IgG4-related Sclerosing Pachymeningitis: A Previously Unrecognized Form of Central Nervous System Involvement in IgG4-related Sclerosing Disease


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Abstract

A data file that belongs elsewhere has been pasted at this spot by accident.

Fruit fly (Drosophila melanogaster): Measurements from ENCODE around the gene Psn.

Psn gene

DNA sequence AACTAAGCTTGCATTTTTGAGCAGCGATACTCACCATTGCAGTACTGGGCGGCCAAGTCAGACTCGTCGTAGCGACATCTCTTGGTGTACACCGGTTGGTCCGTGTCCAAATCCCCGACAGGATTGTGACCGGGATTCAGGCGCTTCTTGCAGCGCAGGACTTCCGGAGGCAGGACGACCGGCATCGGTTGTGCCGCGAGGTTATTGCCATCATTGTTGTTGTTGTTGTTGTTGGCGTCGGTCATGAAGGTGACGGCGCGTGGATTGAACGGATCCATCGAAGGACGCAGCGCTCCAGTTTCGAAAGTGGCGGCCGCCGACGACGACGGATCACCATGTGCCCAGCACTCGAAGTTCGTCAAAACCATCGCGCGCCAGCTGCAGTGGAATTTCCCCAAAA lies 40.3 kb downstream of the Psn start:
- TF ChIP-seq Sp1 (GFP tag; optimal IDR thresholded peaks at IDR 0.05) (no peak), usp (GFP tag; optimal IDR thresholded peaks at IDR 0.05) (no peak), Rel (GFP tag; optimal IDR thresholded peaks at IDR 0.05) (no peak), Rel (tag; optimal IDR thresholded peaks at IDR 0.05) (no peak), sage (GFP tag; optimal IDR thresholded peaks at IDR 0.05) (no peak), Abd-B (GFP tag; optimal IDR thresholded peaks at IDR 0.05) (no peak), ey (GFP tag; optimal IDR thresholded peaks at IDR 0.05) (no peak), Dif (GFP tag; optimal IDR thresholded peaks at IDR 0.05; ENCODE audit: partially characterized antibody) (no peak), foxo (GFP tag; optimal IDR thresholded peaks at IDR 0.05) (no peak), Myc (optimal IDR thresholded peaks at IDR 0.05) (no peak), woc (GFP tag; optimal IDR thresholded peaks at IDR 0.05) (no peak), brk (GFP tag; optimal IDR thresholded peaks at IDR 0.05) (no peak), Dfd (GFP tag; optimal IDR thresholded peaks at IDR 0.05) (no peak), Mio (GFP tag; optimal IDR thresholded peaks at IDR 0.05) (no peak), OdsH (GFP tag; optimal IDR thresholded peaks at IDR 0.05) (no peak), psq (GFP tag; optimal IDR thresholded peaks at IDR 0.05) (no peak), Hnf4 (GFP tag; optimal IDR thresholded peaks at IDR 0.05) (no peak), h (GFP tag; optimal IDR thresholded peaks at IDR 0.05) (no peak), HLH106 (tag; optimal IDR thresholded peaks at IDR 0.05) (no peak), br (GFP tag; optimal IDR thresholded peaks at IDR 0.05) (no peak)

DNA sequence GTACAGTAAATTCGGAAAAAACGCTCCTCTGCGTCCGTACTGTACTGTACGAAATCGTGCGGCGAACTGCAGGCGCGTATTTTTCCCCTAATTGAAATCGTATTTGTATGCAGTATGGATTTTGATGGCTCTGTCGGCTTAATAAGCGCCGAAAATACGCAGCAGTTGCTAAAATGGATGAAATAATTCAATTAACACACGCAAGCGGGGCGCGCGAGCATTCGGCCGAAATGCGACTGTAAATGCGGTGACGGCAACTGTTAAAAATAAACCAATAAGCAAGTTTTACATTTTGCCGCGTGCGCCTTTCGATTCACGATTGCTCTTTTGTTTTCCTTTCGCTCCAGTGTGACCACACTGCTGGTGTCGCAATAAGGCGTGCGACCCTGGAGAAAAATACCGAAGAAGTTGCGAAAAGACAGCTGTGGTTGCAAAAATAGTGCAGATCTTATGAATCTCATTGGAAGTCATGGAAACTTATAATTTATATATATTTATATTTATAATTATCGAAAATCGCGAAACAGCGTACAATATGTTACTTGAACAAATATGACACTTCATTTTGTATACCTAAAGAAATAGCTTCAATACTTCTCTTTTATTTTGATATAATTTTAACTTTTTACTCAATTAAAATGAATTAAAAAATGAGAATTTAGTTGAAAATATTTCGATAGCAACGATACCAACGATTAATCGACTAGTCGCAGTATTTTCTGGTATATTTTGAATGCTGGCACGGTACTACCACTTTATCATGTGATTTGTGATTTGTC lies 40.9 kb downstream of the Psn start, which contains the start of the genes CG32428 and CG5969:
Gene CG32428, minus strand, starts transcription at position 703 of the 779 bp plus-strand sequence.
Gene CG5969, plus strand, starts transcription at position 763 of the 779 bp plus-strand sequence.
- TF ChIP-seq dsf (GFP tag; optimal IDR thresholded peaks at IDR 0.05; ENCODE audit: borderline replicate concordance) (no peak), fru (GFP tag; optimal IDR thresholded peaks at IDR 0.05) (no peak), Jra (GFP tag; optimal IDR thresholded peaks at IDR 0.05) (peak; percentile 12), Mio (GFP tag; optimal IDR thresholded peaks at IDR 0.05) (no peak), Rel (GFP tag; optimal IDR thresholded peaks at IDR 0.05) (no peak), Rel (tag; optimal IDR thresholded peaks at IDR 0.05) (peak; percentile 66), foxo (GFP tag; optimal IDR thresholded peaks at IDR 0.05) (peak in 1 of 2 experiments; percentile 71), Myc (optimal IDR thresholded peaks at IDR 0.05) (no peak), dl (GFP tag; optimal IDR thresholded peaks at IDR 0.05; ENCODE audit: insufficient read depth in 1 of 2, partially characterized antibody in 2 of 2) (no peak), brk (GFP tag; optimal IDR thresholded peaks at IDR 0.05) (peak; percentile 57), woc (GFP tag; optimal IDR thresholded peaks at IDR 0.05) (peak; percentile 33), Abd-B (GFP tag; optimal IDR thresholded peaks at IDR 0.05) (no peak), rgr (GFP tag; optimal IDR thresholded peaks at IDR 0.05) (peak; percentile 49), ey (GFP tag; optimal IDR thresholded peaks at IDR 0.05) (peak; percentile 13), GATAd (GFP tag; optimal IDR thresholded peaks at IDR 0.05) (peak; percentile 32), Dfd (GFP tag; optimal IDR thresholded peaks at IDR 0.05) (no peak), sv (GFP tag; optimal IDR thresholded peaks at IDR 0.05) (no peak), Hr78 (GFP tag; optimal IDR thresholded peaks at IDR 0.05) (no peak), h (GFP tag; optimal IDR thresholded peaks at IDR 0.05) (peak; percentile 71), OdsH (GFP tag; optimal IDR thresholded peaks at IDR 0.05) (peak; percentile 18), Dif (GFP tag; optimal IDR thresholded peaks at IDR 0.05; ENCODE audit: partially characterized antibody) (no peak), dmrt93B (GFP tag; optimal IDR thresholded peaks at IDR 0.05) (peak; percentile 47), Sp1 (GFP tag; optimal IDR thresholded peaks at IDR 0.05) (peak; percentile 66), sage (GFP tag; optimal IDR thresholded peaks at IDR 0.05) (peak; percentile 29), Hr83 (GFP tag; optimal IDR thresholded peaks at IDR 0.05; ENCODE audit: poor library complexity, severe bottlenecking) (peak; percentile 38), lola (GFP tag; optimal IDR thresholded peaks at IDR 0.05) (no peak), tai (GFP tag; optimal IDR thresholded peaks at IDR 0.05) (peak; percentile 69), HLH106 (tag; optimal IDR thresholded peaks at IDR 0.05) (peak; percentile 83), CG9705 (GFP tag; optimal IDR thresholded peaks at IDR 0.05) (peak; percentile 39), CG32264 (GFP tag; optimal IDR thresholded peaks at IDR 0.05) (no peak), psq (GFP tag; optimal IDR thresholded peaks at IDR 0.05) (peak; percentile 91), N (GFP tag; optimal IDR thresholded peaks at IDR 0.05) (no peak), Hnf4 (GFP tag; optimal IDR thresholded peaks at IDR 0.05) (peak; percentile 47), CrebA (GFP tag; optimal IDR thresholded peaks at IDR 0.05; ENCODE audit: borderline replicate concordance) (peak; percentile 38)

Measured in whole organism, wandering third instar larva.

IgG4-related sclerosing disease is a distinctive mass-forming lesion with frequent systemic involvement, most frequently the pancreas, salivary glands, and lacrimal glands. This report describes a case manifesting with a previously unrecognized form of central nervous system involvement. The 37-year-old man presented with signs and symptoms of spinal cord compression at the thoracic level 9. Magnetic resonance imaging revealed an elongated dural mass extending from the fifth to tenth thoracic vertebra. Laminectomy and excision of the mass revealed dura expanded by a dense lymphoplasmacytic infiltrate accompanied by stromal fibrosis and phlebitis. IgG4+ plasma cells were increased and the proportion of IgG4+/IgG+ plasma cells was 85%. The patient also had a 1-year history of bilateral submandibular swelling due to chronic sialadenitis. Thus, IgG4-related sclerosing pachymeningitis represents a new member of the IgG4-related sclerosing disease family affecting the central nervous system. It seems that at least a proportion of cases described in the literature as idiopathic hypertrophic pachymeningitis belong to this disease, especially as some patients have other clinical manifestations compatible with IgG4-related sclerosing disease, such as cholangitis and orbital pseudotumor.

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